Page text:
13 January 2018

Seychelles: UN Anti-Drug Body to Return to Seychelles to Combat Narcotics, Tackle Prison Reform

Photo: Supplied
Drugs narcotics laboratory

The United Nations Office on Drugs and Crime (UNODC) will reestablish its presence in Seychelles as of April, while the island nation will increase cooperation with the U.N. body, said the office's new Eastern Africa representative.

Amado Philip de Andrés made these statements on Friday after a courtesy call to Seychelles' president, Danny Faure, at State House, Victoria.

"The first good news that we had from the president is that we are going to reestablish our presence here as of the beginning of April. My UNODC officer will be the entry point for us to physically increase our cooperation and presence in Seychelles," said de Andrés, who is based in Nairobi, Kenya.

The courtesy call was also an opportunity for the new UNODC representative to discuss other areas to increase cooperation, namely maritime security strategy, drug demand reduction and prison reform.

Established in 1997 through a merger between the United Nations Drug Control Programme and the Centre for International Crime Prevention, the United Nations Office on Drugs and Crime is a global leader in the fight against illicit drugs and international crime.

On maritime security, de Andrés said UNODC is thinking of using the Regional Fusion and Law Enforcement Centre for Safety and Security at Sea (REFLECS3) based in Seychelles for interregional exercises with Latin American and European countries. The centre is located at Bois De Rose, on the outskirts of Victoria, the capital.

He explained that there is more "than 250 tonnes of cocaine from Latin America coming to West Africa. When they arrive in West Africa, they can also reach Eastern Africa."

New illegal substances being used by the younger population are seen as new challenges, he added.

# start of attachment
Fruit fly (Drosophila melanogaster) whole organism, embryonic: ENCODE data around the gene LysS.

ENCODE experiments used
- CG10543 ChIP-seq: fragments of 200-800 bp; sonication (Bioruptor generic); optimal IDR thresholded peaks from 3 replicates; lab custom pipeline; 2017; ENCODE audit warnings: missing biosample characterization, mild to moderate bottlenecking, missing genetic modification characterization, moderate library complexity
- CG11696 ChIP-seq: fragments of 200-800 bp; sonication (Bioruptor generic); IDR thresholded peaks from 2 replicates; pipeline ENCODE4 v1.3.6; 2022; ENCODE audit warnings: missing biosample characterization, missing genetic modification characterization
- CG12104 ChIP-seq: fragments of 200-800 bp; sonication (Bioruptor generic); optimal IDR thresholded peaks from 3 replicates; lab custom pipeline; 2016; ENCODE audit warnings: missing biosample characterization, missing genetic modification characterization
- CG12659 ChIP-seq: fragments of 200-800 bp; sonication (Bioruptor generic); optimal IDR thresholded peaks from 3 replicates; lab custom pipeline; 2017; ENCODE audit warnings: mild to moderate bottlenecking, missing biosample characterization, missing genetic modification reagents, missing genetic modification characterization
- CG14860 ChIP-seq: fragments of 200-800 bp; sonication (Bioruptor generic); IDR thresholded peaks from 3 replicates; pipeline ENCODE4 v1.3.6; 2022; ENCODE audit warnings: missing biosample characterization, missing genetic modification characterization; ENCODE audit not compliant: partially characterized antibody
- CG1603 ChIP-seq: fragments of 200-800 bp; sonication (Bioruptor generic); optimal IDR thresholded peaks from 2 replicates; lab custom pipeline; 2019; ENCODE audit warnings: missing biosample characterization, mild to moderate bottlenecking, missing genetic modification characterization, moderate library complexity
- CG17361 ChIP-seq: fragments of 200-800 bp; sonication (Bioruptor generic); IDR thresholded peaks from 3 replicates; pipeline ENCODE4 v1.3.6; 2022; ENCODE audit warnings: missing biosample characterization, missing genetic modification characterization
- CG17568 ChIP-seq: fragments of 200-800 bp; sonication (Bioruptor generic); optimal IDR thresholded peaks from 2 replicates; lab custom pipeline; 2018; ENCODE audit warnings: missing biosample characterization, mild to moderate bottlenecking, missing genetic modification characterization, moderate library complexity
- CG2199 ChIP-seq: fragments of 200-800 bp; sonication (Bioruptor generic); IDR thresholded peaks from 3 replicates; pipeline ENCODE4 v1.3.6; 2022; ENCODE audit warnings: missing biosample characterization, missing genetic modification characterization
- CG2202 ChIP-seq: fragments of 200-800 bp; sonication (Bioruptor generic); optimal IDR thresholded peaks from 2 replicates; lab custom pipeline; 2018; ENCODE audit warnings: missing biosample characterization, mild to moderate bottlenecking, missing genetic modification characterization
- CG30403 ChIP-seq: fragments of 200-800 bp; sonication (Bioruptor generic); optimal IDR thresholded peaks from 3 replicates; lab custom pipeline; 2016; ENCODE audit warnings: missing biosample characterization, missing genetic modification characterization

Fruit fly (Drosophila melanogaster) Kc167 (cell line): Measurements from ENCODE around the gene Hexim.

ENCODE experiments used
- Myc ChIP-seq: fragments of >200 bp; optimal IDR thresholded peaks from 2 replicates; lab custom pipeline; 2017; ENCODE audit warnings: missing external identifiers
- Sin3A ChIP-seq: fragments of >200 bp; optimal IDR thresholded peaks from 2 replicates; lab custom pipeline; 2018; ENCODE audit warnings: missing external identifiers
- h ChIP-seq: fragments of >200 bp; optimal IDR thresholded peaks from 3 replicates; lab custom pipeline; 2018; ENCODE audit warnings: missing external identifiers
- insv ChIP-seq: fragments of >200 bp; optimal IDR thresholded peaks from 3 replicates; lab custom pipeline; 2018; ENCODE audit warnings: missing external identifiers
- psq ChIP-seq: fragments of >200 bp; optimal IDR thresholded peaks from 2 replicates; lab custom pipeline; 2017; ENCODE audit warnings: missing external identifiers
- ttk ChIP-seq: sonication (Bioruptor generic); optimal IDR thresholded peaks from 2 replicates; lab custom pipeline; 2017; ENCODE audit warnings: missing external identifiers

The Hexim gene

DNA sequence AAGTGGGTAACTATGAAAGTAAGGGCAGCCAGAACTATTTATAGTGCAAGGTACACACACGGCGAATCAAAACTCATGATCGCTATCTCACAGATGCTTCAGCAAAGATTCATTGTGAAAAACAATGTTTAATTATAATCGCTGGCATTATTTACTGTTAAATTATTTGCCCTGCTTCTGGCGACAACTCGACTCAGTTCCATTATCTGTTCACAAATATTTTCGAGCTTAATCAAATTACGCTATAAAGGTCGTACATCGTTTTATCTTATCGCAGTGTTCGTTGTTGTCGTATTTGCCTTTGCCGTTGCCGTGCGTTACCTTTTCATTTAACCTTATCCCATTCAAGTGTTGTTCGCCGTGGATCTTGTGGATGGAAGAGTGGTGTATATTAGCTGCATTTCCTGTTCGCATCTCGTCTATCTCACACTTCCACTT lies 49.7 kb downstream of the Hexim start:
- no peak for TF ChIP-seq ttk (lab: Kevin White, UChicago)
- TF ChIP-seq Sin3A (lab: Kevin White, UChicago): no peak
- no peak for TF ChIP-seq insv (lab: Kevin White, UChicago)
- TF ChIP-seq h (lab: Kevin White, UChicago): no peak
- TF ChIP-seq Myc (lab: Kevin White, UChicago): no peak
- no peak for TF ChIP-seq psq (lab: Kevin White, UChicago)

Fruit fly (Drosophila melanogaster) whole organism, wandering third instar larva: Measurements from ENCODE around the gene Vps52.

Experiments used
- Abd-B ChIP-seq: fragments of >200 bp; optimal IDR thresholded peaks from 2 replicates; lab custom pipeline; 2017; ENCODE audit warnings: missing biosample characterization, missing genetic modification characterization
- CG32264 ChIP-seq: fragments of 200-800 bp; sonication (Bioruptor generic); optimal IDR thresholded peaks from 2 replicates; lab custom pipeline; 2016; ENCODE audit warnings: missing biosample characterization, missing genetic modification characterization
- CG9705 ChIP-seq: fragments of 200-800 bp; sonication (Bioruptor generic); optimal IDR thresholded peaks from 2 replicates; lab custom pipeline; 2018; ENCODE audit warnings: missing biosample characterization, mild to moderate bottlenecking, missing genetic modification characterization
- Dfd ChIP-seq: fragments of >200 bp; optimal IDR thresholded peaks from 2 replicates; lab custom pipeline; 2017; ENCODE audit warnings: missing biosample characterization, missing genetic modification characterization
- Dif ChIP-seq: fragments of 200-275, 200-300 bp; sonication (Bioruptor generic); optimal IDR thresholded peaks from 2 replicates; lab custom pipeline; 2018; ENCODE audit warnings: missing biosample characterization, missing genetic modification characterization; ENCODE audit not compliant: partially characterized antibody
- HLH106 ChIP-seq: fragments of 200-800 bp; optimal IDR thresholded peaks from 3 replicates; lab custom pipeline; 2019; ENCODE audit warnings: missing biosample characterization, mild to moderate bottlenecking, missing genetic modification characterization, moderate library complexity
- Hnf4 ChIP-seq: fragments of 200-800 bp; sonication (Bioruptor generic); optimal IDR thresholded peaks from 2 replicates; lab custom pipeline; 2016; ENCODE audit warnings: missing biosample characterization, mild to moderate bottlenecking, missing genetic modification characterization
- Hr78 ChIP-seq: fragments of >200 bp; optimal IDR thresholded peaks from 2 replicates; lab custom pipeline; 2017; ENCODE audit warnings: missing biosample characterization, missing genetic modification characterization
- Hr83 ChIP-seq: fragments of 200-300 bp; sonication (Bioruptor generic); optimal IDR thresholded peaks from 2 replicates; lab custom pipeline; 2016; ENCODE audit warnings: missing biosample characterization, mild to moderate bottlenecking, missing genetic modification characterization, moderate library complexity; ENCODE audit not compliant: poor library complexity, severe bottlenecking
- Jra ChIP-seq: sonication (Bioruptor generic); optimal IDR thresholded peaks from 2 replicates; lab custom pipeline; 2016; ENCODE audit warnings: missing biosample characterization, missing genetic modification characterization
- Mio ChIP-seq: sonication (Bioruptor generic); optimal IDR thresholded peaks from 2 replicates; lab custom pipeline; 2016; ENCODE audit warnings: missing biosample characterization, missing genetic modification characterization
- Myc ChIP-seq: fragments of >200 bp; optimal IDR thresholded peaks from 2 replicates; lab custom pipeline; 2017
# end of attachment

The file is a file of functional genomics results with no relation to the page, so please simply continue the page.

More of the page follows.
"Maritime security is a very important angle, not only for the economic development of Seychelles but also for the security for the whole African continent," said Andres.

Touching upon drug demand reduction, the UNODC's representative said they are going to deploy an express in February from their office in Nairobi to work with Seychelles' government on the strategies.

"We are going to combine the health angle with the law enforcement angle and support Seychelles in positioning itself as a leader in Africa in doing so," said de Andrés.

He added that "drug addicts are basically sick people and we have to see the law enforcement and the health angle together, as part of the sustainable development goals that Seychelles is supporting so far."

The discussion with the president touched on prison reform and Andres said it "is going to be one of the angles in which we will really push hard behind and support the government of Seychelles."

He is confident that more progress will be made in the course of the next 18 months.

During his two-day visit in Seychelles, the UNODC representative also met the Chief Justice and told the press that he has "seen some of the best practices" in the judiciary system of Seychelles.

"If you compare it with not only some African good examples but also European and Asian, I would say that it is one of the top," said de Andrés.


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